The aftermath brought lots of backlash in Cousins' direction. At first, Posey wouldn't return his phone calls. Giants fans all over Twitter and message boards called the play dirty and threw taunts and insults Cousins' way. Those will all surely be rekindled when the Giants and Marlins face each other this season, too.

But new Giants reliever Clay Hensley has a unique perspective. He was on the Marlins when the play happened and is now playing for the Giants, so there's no worry of bias in standing up for a teammate. He was Cousins' teammate and now he's Posey's. Andrew Baggerly of CSNBayArea.com collected some really good quotes on the situation from Hensley.

On Cousins' perspective: “Awful,” Hensley said (CSNBayArea). “You’ve got a player, Scott Cousins, who plays hard and he’s a good guy and a good kid. He just wanted to make a play to help win a game. He’s in his home town, trying to cut a groove for himself with the ballclub. He personally felt he had no room (to slide). Nobody can say one way or the other besides him ... It was tough to watch. I know for his part of things, nobody felt worse than he did. You play the game hard, but you don’t want to hurt anybody.”

On the Marlins' locker room after the win: “It was quiet. Nobody was celebrating,” Hensley said (CSNBayArea). “I can guarantee you there wasn’t any, `Yeah, we got his ass!’ Nothing like that. Everybody was trying to figure out how bad it was. At the same time, Cousins was pretty distraught – wrecked, really – by it as well ... You’re playing to win every time you take the field, but baseball is like one big family. You don’t want anyone to get hurt.”

On Cousins' mindset the rest of the season: “(The collision) is something that affected him for a long time,” Hensley said (CSNBayArea). “We’d try. We'd say things. I remember I told him, `Hey, all you can do is keep your head up, keep working hard.’ That’s easy to say. I mean, this happened to him in his home city. Now we get home (to Miami) and he’s getting hate mail. It was really, really tough for him. He was definitely, really upset about the whole situation.”

Obviously Posey had a worse time last season than Cousins did, as the catcher had to rehab from a broken leg. I don't think Hensley is suggesting otherwise. But the hate in Cousins' direction is definitely unfair. Home-plate collisions are part of baseball. Just because Posey was injured on the play doesn't make it dirty. Hopefully by now all Giants fans have turned the page.

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Posted on: February 29, 2012 12:23 pm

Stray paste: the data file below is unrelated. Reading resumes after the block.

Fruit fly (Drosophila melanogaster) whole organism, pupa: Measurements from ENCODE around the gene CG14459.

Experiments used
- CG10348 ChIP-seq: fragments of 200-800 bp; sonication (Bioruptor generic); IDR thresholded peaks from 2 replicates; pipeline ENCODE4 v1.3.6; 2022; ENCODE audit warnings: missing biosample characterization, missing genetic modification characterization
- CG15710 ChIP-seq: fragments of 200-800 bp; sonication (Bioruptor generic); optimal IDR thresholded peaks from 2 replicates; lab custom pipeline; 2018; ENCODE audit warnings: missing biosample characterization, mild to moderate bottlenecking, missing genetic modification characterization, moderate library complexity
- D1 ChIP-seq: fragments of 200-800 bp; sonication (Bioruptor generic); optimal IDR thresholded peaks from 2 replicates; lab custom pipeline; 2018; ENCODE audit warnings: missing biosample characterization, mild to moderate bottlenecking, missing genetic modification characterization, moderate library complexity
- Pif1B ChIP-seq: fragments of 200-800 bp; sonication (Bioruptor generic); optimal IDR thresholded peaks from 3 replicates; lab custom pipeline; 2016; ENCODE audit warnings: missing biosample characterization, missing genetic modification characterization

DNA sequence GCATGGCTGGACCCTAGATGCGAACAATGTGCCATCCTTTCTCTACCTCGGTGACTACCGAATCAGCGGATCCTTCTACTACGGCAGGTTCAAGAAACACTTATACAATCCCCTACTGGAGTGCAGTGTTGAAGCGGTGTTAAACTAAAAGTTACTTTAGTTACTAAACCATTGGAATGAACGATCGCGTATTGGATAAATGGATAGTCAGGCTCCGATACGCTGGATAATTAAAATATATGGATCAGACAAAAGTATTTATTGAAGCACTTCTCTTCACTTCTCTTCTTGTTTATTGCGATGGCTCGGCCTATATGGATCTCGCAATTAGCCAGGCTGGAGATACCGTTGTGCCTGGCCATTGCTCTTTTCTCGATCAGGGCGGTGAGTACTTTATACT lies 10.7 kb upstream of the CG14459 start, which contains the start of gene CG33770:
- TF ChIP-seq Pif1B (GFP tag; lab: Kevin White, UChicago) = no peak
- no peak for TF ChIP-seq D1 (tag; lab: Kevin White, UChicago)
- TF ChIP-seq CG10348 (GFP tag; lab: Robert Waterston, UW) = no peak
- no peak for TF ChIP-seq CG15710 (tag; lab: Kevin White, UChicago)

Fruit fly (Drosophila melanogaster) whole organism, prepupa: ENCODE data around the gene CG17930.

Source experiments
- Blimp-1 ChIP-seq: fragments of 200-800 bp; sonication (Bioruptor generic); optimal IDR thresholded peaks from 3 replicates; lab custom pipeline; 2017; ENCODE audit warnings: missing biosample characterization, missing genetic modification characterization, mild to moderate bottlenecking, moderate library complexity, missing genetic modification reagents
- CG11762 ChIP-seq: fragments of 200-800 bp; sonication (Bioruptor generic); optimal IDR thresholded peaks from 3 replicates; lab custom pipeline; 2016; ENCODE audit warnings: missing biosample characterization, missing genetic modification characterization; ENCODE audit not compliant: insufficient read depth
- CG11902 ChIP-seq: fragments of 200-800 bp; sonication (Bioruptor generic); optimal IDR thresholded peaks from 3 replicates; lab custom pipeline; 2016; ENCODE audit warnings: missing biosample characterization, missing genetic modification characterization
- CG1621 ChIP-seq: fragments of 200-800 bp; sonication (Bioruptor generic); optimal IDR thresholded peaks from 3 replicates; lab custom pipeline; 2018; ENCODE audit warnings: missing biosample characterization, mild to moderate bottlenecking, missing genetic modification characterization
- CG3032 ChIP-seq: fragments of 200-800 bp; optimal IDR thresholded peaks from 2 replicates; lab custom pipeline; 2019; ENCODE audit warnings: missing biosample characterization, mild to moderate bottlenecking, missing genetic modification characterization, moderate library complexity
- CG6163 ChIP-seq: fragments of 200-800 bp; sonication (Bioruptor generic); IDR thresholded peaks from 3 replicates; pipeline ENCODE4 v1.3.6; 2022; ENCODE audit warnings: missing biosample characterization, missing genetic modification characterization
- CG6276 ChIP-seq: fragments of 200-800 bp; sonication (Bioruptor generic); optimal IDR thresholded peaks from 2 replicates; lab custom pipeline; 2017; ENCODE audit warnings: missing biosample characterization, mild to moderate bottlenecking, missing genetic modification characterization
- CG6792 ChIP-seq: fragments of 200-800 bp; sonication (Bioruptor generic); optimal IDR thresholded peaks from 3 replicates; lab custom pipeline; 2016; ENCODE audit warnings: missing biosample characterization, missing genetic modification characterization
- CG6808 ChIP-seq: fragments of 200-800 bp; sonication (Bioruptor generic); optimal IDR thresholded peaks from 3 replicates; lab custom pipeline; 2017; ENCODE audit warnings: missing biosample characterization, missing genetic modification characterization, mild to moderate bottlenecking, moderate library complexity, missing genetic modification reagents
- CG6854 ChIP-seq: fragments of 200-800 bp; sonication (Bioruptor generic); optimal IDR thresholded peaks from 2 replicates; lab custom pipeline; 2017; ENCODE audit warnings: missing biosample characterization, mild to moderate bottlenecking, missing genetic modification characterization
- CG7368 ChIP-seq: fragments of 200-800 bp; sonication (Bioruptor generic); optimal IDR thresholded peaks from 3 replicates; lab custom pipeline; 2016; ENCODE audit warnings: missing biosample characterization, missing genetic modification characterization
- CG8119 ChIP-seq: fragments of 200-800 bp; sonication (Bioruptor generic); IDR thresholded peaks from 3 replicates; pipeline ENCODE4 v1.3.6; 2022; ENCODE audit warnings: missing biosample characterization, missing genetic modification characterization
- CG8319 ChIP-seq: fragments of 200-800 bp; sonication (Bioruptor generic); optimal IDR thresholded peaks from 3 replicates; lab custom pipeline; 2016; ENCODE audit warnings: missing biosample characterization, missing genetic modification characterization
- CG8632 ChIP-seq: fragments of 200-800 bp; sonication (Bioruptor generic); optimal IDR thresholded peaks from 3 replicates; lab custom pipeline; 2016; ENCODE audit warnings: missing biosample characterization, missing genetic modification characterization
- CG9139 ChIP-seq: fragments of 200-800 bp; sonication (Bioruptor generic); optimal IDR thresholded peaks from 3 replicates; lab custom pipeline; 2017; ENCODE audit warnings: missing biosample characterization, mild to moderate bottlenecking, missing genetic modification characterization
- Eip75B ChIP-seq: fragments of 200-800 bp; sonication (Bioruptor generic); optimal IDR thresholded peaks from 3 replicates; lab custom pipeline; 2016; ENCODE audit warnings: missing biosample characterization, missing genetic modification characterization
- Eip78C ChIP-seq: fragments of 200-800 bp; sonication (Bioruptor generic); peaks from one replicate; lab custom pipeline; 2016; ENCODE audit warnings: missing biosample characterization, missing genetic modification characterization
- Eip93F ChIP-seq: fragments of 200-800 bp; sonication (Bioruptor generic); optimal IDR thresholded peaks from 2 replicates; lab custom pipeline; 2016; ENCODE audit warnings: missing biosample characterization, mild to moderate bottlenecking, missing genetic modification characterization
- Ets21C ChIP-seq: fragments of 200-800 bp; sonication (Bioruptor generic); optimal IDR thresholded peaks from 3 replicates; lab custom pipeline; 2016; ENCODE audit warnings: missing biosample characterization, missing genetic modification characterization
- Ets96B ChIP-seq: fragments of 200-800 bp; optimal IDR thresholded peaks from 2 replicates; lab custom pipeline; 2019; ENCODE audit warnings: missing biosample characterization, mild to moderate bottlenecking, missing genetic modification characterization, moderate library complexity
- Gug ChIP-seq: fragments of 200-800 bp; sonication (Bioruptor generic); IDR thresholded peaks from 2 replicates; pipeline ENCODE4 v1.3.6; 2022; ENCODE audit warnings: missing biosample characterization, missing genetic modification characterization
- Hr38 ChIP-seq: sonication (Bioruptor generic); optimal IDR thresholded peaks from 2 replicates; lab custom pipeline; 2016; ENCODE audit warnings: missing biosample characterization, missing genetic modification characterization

Edited on: February 29, 2012 1:02 pm
 

Bryce Harper deletes Twitter account

By Matt Snyder

Phenom outfielder Bryce Harper -- the top prospect for the up-and-coming Nationals -- has decided to delete his Twitter account.

"I was just over it. Got bored and decided to leave," Harper said Wednesday morning (MASNSports.com).

It's hard to tell if he's being totally up front, because it's possible he just got sick of all the hate. Plenty of players in the recent past have deleted accounts due to fan abuse -- Mets catcher Josh Thole comes immediately to mind as one example.

Harper has received some backlash for tweets he's sent, including him openly cheering for the Yankees in the ALDS last season. He also defended his favorite teams (a blatant fair weather variety: Yankees, Duke basketball, USC football, Cowboys and Lakers) recently on Twitter in a few exchanges with fans. Harper himself was polite and came across as not being bothered, but at some point the constant taunts surely gets to be a bit much.

Nationals spring training
Earlier this week, manager Davey Johnson mentioned social media use to his ballclub:

"We warned them about Tweeter (sic) and Facebook and all kinds of sites," Johnson said (MASNSports.com). "Nothing's secret anymore. I did point to a couple guys and said, 'Now you listen to this.' I'm (not) mentioning any names, but you know probably who."

Harper told reporters his Twitter account deletion had nothing to do with Johnson's warning, though.

Personally, I don't see any great reason for an athlete to bother with Twitter. Sure, there's plenty of adulation to go around -- if they're really desperate for more of it -- but the general public can be pretty collectively brutal, personal attacks and all. Some of the stuff crosses lines normal people would never even come close to crossing. Not only that, there's the issue of accidentally saying something stupid and getting raked over the coals for that.

It's a total guess, but I can't see how the good can cancel out the bad for an athlete on Twitter.

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Posted on: February 28, 2012 7:39 pm
Edited on: February 28, 2012 9:26 pm
 

Braves' Freeman could miss two weeks

Freddie FreemanBy C. Trent Rosecrans

Spring training always has its share of bumps and bruises, along with legitimate injuries, but it often takes a little time to figure out which is which.